A Brief Spin in the Local Rice Paddy

30 05 2013

My recent discharge from hospital meant I was able to take a brief spin around the local rice paddy late this evening. It wasn’t planned so I didn’t have any binoculars but the highlight was two species of bittern: Black and Cinnamon, but not the more common Yellow. In fact as we drove along the road I pointed out to Luna, my wife, the site where I had seen Black Bittern before and commented that it is not a rare bird, but tends to skulk and rarely shows. I also reminded Luna of the fact that it was this time last year when she spotted an altogether much rarer bird, Chestnut-winged Cuckoo: at the time she pointed into the bushes andsaid:”Look I think it is just a bee-eater”!

Binoculars would have assisted greatly as there was a lot of nesting activity in the bushes that line the irrigation canals: Weavers and Plain-backed Sparrows. We saw one of distinct male Asian Golden Weaver in its unmistakable golden plumage and black throat and there were lots of Black-crowned Night-herons in the air. We saw the Cinnamon Bittern as it flew across the road and dived into the cover provided by the rice crop; and we noticed an unusual bird flying up the road; we managed to follow it to a tree where it obliging perched for long enough to enable identification;unmistakably a Black Bittern. A lifer for Luna and not a bird I see very often.

Wonderful to be able to have a cursory look at the birds again. Wonderful to be home. It will be some time before I am  100% but I am finally on the mend and I am looking forward to being able to do a little birding locally.

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Quelle Joie!

11 05 2013

Some non-birding teaching colleagues kindly took me to Huay Mai Teng Reservoir early this morning for some bird-watching. I don’t yet feel confident enough to go on my own just in case I experience difficulties, not necessarily health related ones but practical things like a puncture or getting stuck in mud. So it was a joy to be back out on the patch and as much as anything being out was as important as seeing any birds.

Of course, I had River Lapwing in my mind – their arrival at the reservoir is imminent. My records suggest the earliest arrival is May 18th and my records also suggest a high level of consistency. So I was not surprised that none were visible in the launch area. What was apparent was a very low water level and lots of Open-bills. My companions are very aware of these birds as they are abundant in the locale. From my perspective it was nice to show them the “open bill” and explain about how they are generally tolerated because they predate snails which are major predators of the rice crop. Not much else visible other than a few Little Green Bee-eaters and a distant Pied Kingfisher.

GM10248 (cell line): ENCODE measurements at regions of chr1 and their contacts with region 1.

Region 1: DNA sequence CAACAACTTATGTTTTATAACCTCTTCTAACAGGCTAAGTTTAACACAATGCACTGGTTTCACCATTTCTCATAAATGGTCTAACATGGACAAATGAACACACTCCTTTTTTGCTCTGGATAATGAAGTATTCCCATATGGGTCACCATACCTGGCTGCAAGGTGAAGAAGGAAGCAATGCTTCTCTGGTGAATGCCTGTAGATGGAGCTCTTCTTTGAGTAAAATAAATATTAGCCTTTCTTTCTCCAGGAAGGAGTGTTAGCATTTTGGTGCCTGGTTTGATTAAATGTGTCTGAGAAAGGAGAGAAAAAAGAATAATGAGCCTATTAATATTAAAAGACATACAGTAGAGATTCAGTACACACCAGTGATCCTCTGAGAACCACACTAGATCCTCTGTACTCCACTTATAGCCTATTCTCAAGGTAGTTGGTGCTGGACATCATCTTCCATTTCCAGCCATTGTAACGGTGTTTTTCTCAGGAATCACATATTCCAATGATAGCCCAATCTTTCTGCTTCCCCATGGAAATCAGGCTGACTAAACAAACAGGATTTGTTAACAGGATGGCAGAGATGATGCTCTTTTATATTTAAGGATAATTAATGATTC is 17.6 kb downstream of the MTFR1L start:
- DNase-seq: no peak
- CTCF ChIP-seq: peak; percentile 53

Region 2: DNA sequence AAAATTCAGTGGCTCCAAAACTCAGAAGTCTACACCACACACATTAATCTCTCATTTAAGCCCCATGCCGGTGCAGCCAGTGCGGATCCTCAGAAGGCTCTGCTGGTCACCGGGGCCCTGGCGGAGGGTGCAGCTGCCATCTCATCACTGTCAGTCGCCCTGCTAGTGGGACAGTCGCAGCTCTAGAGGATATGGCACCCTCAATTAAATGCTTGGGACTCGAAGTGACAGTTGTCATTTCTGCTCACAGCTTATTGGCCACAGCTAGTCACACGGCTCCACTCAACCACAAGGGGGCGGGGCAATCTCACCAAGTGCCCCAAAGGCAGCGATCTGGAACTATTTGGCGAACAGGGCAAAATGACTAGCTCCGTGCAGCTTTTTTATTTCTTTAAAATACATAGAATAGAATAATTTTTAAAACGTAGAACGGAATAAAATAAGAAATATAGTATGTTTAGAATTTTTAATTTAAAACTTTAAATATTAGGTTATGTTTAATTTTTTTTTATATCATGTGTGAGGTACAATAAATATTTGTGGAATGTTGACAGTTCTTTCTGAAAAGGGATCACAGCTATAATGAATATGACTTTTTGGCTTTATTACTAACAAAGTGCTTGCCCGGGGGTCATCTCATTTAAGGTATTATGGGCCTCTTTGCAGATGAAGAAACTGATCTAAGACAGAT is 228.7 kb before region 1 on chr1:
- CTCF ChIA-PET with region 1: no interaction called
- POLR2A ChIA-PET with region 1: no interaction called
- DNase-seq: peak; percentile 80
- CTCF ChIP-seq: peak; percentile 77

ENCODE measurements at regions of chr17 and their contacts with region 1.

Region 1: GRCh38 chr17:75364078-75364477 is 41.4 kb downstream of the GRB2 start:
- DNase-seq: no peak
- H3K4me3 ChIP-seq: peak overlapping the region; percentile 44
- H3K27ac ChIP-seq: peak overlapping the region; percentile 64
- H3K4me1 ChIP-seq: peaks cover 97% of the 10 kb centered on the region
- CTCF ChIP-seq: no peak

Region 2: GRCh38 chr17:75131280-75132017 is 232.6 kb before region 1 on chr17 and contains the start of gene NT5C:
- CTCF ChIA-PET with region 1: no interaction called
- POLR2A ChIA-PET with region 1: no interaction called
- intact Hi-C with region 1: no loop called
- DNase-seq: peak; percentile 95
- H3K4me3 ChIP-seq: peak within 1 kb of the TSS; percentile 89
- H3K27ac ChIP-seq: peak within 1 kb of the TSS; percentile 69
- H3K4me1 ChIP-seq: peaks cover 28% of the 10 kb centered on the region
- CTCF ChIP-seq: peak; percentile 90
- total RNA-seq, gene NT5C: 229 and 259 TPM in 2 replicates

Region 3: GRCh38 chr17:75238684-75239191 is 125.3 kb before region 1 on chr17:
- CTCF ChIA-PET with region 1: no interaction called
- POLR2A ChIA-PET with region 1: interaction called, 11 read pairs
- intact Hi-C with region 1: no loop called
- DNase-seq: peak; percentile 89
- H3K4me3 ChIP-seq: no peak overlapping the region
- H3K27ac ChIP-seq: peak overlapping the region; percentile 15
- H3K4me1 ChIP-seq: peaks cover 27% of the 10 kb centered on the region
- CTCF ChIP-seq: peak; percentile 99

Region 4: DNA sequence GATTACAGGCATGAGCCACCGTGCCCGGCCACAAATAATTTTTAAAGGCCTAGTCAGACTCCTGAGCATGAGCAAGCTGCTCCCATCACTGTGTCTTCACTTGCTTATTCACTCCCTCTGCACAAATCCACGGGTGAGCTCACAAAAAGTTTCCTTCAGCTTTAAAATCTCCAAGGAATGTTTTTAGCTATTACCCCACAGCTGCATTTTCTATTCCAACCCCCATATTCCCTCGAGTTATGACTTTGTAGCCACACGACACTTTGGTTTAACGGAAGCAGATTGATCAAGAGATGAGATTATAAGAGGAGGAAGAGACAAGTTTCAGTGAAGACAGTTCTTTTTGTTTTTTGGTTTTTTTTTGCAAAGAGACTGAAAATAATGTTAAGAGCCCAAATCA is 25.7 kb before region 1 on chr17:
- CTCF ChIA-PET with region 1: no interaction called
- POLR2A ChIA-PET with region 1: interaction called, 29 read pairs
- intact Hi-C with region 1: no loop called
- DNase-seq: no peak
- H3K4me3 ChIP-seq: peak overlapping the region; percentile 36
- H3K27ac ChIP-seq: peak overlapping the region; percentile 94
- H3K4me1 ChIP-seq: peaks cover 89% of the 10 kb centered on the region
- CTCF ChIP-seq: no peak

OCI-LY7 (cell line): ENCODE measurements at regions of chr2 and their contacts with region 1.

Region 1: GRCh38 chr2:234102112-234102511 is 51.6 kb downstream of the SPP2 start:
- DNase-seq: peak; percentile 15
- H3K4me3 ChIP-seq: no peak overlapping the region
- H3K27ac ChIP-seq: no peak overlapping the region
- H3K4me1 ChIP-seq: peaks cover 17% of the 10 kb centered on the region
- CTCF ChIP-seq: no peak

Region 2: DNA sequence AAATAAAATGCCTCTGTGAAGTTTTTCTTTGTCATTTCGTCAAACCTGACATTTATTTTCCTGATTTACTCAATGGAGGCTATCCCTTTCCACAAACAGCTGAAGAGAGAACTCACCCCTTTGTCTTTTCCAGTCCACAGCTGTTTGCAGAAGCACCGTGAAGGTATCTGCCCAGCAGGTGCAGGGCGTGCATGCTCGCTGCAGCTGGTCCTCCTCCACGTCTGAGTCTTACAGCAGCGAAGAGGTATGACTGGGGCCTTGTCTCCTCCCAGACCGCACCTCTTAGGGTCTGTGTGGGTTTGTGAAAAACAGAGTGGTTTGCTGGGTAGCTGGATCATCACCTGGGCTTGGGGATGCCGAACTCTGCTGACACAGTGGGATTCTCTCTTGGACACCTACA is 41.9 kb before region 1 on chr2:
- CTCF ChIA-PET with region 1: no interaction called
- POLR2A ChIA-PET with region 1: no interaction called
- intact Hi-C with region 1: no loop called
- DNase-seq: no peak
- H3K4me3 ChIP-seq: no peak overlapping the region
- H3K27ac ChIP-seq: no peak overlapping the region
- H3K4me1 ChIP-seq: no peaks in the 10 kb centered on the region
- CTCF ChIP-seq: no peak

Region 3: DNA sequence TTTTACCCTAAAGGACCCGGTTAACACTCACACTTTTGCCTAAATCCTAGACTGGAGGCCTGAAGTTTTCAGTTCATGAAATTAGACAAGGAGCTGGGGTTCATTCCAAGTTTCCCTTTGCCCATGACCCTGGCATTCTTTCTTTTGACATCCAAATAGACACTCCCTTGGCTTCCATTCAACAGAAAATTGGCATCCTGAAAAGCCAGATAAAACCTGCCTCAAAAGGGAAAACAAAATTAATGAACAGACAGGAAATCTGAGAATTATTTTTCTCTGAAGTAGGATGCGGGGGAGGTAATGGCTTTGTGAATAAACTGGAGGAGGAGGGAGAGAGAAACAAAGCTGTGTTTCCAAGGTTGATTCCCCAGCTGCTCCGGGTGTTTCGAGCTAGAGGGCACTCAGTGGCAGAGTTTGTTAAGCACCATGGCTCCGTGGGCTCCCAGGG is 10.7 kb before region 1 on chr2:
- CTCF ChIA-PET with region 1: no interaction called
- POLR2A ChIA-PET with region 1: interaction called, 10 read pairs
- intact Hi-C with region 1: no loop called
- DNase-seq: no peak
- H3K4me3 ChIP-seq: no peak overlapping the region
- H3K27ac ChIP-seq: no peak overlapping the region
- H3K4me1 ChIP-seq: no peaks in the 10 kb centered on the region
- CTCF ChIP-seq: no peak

Next we went to check out the Rain Quail site. I managed to get a brief view of a female moving in the scrub and two more flew off. I felt disappointed for my companions who were nonetheless impressed by a White-throated Kingfisher and a male and female Koel. Near the water there were lots more Open-bills and Red-wattled Lapwing but no sign of River Lapwing.

A detour off the main track produced a few Oriental Skylarks, their crests clearly visible; a small group of Lesser Whistling-duck flew over and a fair few Great Egrets in breeding plumage; Little Ringed Plovers were also in evidence. A further detour to the main marsh area on the south side showed large numbers of Oriental Pratincoles: maybe as many as three hundred. A few years back there were several thousands of them here in October and it will be interesting to observe how, or indeed if, numbers grow. My friends were very impressed by the Little Cormorants perched on poles with their wings outstretched. A drive along the track to the water edge produced more Oriental Skylarks and two Small Pratincoles. On our way off the marsh we flushed a quail sp., probably Barred Buttonquail. No sign whatsoever of River Lapwing.

So a real joy to be out birding again. I am going back to hospital on Monday morning for a skin graft. My leg infection had deteriorated drastically by the time I made it home to Thailand, probably due to re-infection. So since getting home I have been in hospital fighting a very serious and potentially fatal bacterial infection. The skin graft should hopefully signal the end of this saga. So truly, as we say in Glasgow, Quelle Joie!